Tuesday, November 24, 2009

Mariana Trench - The Deepest location in the Earth

Dictionary says Abyss is an immeasurably deep chasm, depth, or void. Especially unknown deepest parts of sea are known as Abyss. Here is one of such deepest parts of the earth. But it’s the deepest part in the earth as per the discoveries made as on date.







The Mariana Trench

The Mariana Trench is located in the Pacific Ocean, just east of the 14 Mariana Islands (11″21′ North latitude and 142″ 12′ East longitude ) near Japan. As you probably already know, it is the deepest part of the earth’s oceans, and the deepest location of the earth itself. It was created by ocean-to-ocean subduction, a phenomena in which a plate topped by oceanic crust is subducted beneath another plate topped by oceanic crust.

But just how deep is the Mariana Trench?

First off, here are the average depths of the earth’s oceans; the Arctic Ocean is 1,038 meters (3,407 feet) deep, the Indian Ocean is 3,872 meters (12,740 feet) deep, the Atlantic Ocean is 3,872 meters (12,254 feet) deep and thePacific Ocean is 4,188 meters (13,740 feet) deep.

The deepest point in each of the earth’s oceans are as follows; the Arctic Ocean’s Eurasian Basin at 5,450 meters (17,881 feet) deep, the Indian Ocean’s Java Trench at 7,725 meters (25,344 feet) deep, the Atlantic Ocean’s Puerto Rico Trench at 8,648 meters (28,374 feet) deep and the Pacific Ocean’s Mariana Trench at 11,033 meters (36,201 feet) deep.

The deepest point of the Mariana Trench is called The Challenger Deep , so named after the British exploration vessel HMS Challenger II, and it is located 210 miles south-west of Guam. This depth was reached in 1960 by the Trieste, a manned submersible owned by the U.S. Navy.







In order to better illustrate the actual depth of the Mariana Trench, consider the following; if Mount Everest, which is the tallest point on earth at 8,850 meters (29,035 feet), were set in the Mariana Trench, there would still be 2,183 meters (7,166 feet) of water left above it.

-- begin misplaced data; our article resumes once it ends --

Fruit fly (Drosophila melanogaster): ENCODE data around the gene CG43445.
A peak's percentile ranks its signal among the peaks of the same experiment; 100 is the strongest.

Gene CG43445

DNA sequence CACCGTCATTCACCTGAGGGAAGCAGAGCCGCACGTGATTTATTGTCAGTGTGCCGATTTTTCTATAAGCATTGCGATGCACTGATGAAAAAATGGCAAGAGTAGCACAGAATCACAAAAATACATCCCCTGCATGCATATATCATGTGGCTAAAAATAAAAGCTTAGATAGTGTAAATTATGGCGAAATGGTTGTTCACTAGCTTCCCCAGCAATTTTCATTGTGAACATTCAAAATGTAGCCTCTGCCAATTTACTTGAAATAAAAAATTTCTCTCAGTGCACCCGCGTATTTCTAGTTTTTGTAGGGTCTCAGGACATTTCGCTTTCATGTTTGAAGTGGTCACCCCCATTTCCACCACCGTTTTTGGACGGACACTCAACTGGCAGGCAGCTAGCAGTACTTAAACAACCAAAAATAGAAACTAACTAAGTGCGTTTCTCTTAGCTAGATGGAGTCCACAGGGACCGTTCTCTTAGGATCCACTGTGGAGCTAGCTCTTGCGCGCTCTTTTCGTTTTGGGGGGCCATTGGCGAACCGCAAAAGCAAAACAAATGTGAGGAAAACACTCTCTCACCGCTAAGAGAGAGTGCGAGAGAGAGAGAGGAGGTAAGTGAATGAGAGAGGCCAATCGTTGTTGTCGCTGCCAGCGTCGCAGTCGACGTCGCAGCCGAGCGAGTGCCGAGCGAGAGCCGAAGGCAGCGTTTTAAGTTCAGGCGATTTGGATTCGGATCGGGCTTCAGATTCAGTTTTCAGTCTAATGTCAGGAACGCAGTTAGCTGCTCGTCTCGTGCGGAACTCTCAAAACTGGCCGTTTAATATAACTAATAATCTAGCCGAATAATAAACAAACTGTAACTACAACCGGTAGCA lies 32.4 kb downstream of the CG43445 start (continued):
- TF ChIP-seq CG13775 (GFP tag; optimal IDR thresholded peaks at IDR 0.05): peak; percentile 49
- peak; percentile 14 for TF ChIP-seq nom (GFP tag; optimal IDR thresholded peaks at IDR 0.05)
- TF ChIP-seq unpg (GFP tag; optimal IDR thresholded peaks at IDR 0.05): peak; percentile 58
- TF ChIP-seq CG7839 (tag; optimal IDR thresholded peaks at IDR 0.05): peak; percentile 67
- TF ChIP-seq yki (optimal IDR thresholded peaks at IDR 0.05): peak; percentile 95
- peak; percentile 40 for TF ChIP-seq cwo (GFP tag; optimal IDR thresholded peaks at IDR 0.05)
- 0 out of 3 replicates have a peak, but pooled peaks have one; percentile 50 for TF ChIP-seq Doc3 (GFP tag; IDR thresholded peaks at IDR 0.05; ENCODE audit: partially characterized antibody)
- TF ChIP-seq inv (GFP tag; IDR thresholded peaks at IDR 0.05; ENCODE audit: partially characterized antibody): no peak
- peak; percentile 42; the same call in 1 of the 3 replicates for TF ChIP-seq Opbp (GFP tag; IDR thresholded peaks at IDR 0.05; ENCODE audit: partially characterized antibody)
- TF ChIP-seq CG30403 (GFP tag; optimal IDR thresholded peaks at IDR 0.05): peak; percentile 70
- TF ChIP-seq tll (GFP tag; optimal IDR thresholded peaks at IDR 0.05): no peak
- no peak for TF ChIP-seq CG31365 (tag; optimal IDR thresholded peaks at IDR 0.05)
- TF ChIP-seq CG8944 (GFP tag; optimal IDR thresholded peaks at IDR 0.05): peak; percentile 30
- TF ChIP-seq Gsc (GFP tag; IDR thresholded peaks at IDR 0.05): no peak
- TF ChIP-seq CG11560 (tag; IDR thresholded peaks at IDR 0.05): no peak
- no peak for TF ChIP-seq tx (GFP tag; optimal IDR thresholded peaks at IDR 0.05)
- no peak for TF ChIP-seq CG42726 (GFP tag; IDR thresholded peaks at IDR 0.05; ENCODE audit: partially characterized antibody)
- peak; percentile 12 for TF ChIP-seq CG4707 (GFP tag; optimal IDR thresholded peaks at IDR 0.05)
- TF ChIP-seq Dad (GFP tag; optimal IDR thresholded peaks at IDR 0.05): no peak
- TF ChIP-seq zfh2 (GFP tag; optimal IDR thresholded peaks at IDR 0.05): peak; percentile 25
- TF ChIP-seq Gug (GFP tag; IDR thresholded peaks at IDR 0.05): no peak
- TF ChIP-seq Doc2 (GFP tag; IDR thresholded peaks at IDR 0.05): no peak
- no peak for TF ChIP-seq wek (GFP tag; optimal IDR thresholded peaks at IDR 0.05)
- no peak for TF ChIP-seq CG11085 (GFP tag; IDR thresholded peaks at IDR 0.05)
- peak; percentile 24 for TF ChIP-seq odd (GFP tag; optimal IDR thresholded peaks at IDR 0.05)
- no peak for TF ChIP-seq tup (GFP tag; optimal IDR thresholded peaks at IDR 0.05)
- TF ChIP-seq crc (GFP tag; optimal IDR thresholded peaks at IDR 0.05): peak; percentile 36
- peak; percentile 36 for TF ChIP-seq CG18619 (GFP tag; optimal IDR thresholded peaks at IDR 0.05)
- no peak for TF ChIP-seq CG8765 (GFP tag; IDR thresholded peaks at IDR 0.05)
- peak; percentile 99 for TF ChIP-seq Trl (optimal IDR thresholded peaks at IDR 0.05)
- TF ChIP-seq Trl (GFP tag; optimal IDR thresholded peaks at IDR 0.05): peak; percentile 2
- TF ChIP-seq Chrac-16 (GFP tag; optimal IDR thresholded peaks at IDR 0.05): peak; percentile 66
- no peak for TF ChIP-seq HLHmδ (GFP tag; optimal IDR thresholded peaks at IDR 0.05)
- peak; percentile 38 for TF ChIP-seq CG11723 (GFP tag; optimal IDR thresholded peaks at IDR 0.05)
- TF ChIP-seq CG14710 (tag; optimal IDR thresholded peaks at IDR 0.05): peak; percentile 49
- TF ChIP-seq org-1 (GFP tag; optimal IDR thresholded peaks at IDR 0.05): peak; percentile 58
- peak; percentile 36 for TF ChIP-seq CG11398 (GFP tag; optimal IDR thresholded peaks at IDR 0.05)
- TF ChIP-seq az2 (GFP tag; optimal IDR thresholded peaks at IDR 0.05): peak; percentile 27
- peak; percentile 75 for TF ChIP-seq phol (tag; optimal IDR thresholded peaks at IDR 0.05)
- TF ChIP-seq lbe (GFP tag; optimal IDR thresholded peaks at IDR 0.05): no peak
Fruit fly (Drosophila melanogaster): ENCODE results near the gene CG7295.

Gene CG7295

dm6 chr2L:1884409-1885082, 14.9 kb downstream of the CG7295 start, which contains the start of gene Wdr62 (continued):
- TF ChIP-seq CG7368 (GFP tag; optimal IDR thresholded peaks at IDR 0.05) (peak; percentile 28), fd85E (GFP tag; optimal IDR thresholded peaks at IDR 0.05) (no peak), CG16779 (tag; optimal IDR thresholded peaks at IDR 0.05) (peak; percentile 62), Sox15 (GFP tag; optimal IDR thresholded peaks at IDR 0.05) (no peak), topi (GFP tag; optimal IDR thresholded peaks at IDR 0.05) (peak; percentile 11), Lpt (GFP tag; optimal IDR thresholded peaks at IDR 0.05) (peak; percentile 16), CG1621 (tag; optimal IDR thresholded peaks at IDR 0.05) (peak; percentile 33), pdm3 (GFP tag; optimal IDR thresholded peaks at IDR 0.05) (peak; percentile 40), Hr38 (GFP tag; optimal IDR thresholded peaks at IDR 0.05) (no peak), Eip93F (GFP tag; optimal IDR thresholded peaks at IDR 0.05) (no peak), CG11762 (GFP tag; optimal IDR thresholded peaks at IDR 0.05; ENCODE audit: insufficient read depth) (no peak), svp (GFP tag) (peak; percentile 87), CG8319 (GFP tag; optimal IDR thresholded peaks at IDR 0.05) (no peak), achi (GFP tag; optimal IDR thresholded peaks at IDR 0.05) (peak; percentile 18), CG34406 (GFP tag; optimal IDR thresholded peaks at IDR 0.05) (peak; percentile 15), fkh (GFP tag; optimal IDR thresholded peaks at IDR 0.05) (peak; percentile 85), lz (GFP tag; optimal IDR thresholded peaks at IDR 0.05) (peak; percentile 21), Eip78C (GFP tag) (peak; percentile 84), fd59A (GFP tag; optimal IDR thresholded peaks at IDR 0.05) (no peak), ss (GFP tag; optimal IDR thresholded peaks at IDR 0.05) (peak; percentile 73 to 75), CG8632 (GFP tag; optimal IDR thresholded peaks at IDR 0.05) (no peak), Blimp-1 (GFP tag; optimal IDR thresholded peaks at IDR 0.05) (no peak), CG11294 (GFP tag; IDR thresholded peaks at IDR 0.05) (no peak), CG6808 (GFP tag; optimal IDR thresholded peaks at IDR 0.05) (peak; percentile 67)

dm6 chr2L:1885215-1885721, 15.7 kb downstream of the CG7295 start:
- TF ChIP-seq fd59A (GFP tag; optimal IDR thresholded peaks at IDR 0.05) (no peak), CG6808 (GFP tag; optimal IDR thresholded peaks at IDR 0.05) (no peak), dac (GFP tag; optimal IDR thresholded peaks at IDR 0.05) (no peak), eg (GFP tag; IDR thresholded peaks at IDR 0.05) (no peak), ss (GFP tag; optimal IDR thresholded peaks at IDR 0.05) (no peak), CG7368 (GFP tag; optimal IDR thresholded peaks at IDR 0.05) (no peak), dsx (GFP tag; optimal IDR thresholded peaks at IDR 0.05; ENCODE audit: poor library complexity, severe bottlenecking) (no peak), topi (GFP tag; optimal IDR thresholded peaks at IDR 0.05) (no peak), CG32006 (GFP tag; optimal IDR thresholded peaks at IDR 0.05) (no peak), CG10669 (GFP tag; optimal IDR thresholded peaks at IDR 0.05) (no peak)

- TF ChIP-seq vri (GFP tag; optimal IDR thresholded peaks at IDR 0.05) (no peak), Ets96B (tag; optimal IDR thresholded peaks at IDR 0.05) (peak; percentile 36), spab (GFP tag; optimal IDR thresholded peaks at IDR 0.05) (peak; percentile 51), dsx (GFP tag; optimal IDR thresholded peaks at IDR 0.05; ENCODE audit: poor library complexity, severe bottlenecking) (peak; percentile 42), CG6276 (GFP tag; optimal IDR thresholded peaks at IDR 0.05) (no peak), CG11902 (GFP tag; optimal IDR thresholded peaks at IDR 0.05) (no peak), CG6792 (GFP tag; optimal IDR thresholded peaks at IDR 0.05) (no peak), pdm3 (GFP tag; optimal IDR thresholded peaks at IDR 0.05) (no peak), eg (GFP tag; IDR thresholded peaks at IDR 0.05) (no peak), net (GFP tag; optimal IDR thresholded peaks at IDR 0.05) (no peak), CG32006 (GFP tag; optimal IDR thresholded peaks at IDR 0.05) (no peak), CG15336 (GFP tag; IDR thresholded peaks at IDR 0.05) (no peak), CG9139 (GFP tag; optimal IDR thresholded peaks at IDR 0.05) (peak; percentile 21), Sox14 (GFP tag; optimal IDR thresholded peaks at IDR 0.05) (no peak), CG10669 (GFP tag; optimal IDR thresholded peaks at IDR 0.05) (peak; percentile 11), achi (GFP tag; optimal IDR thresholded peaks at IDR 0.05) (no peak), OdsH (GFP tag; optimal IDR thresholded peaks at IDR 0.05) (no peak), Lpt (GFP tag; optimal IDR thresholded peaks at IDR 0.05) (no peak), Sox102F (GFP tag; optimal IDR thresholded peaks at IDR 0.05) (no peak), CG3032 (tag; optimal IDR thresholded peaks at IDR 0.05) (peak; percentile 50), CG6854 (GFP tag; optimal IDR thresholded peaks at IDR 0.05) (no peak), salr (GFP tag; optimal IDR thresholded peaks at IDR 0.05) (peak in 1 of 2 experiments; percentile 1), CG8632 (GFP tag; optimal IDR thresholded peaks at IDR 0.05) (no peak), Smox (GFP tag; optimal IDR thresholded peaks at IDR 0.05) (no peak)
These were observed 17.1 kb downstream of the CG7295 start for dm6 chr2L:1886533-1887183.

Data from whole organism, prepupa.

The deepest part of the Mariana Trench is the Challenger Deep, so named after the exploratory vessel HMS Challenger II; a fishing boat converted into a sea lab by Swiss scientist Jacques Piccard.

The Mariana Trench - Exploration

The Mariana Trench was first pinpointed and surveyed in 1951 by the British Survey ship Challenger II., which gave its name for the trench’s deepest point, “The Challenger Deep”.

The challenger deep is located near the southwestern extremity of the Mariana Trench and was first explored in 1960 by Swiss scientist Jacques Piccard & US Navy Lt. Donald Walsh in bathyscaph “Trieste”, a US Navy owned submersible manned vessel (Designed by Jacques Piccard’s father Auguste) which set a record by diving to a depth of 10, 900 meters (35,810 feet).

The scientist had the brilliant idea to use 70 tons of gasoline to fill the 50 foot long sub’s floats, knowing that gasoline was lighter than water, which in turn was used to flood the submersible’s air tanks, enabling its descent. As the depth increased, the gasoline compressed, which reduced the sub’s buoyancy and accelerated its progress until about 5 hours later, the Trieste had reached the ocean floor, withstanding over 16,000 pounds of pressure per square inch.

The Challenger expedition gave us our first glimpse of deep ocean basins and other characteristics of the ocean floor. In addition to exploring theMarianaTrench, the Challenger gathered important data on the features and species of the Pacific, Atlantic, and Indian oceans, covering nearly 130,000 kilometers, (approx. 71,000 nautical miles). Nearly 5000 new species of sea creatures were discovered during the 4 year expedition.

In March of 1995, the Japanese unmanned submarine Kaiko was used to conduct further research deep within the Mariana Trench. The Kaiko is a sophisticated vessel with a highly accurate positioning system, allowing scientists to gather important data without the need to endanger a human diver.

Nereus is a new type of deep-sea robotic vehicle, called a hybrid remotely operated vehicle (HROV).

Nereus dove to 10,902 meters (6.8 miles) on May 31, 2009, in the Challenger Deep in the Mariana Trench in the western Pacific Ocean, reports a team of engineers and scientists aboard the research vessel Kilo Moana.

The dive makes Nereus the world’s deepest-diving vehicle, and the first vehicle to explore the Mariana Trench since 1998.

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